His friendship with Tapan Sinha was legendary. His respect for Chhabi Biswas, Pahari Sanyal, Uttam Kumar and Suchitra Sen is still talked about. His empathy for the 1978 flood victims of Bengal that had led him to captain a team of Bollywood actors in a charity cricket match at Eden Gardens in 1979 opposite Uttam Kumar’s team, where he scored 54, remains an example. His penchant for watching Mohun Bagan, East Bengal, and Mohammedan Sporting matches at the Rovers Cup and his love for Chuni Goswami are still cherished by football fans. These are few of the reasons why Dilip Kumar’s death marked the end of an era for his admirers in Bengal.
In a tweet, chief minister Mamata Banerjee wrote: “Crestfallen at the passing of a beacon in cinema… His inimitable style of acting will remain engraved among film lovers for generations.” Thanks to his early association with Ashok Kumar, Bimal Roy and Nitin Bose, Kumar had developed a soft corner for the Bengali language.
The quaint tracks in front of the railway workshop in Teendharia remind many of how India cinema’s ‘Tragedy King’ had shed his stardom to shoot there for Sinha’s ‘Sagina Mahato’ (1970), based on a story by Gour Kishore Ghosh. The Hindi version was remade with the same cast as ‘Sagina’ (1974).
“Baba and he shared a deep intellectual friendship. He would read out translations of Tagore’s poetry to Yusuf bhai while he would recite Urdu shairi for him. He was the first choice for playing Sagina. Baba liked the fact that he could keep aside his stardom and get deeply into a character,” said Sinha’s son, Anindya, who was 10 years old when he accompanied the unit during the film’s shooting in Gayabari and Kurseong. So involved was Kumar that for one scene he suggested running after a speeding train in the rain. Sinha had wanted to use a body double but Kumar shot it himself and got it right in one take. Interestingly, Kumar had spotted actor Kader Khan during that shooting. He had requested Sinha to cast Khan in ‘Sagina’.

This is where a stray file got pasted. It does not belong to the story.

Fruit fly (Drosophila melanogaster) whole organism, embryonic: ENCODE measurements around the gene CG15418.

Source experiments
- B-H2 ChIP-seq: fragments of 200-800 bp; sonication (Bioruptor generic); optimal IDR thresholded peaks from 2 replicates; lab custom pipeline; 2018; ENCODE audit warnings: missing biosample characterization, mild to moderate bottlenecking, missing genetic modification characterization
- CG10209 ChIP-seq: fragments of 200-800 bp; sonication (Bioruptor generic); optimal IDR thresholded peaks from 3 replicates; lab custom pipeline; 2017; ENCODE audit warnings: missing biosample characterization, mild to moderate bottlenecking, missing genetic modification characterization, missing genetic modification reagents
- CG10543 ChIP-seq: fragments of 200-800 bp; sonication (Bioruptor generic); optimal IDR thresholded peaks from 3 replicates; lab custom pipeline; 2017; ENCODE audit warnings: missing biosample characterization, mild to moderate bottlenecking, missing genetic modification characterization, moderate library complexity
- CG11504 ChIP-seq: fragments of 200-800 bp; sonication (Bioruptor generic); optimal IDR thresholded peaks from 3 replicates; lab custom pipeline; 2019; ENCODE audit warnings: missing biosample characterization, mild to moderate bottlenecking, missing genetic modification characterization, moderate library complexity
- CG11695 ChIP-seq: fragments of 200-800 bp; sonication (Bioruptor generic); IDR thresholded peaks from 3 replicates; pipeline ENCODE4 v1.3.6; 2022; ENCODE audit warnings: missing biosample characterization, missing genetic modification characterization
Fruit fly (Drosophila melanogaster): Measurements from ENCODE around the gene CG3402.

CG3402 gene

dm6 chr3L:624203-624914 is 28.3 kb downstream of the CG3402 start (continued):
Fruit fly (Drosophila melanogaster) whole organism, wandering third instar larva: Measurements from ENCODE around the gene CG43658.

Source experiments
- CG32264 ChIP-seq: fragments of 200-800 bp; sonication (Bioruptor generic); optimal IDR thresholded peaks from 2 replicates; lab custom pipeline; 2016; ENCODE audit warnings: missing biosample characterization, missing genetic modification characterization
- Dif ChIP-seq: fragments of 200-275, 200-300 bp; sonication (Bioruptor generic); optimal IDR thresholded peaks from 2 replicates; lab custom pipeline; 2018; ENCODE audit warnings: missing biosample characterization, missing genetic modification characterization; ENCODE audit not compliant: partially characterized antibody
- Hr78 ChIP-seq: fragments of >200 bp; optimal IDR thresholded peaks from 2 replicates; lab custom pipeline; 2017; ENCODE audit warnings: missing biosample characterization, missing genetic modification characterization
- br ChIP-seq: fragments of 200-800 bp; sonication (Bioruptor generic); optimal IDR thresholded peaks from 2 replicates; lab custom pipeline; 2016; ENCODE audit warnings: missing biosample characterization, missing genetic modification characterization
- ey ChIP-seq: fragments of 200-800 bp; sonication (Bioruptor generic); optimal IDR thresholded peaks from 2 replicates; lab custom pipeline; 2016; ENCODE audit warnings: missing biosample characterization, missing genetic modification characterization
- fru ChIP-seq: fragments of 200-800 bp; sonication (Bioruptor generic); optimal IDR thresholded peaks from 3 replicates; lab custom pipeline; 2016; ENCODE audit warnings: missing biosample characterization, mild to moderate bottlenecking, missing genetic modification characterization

Singer Anup Ghoshal recollects how Sinha had wanted Kumar to sing ‘Chhoti Si Panchhi’. “But Dilip Kumar loved my scratch and asked it to be retained,” Ghoshal remembered.
Kumar was first spotted in 1932 by Bengali actress Devika Rani. His debut in Amiya Chakravarty’s ‘Jwar Bhata’ (1944) also marked Ruma Guha Thakurta’s acting debut.
Before shooting Nitin Bose’s adaptation of Tagore’s Naukadubi for ‘Milan’, Kumar read the novel’s translation. When he wrote the script of ‘Ganga Jamuma’, he got Bose to direct it. Later, he attended its premiere at Basusree. Bimal Roy’s ‘Devdas’ (1955) opposite Suchitra Sen remains a high point of his career. Then came Roy’s ‘Madhumati’ (1958) that was co-written by Ritwik Ghatak. Kolkata loved the way he dubbed for his Bengali film debut in Jaganath Chattopadhyay’s ‘Paari’ (1966).
On Wednesday, photographs of Kumar with actors at Eden Gardens and his film premieres surfaced across timelines. Many fondly revisited Kumar’s Bengal connection that they wish to cherish forever.
Source: Times of India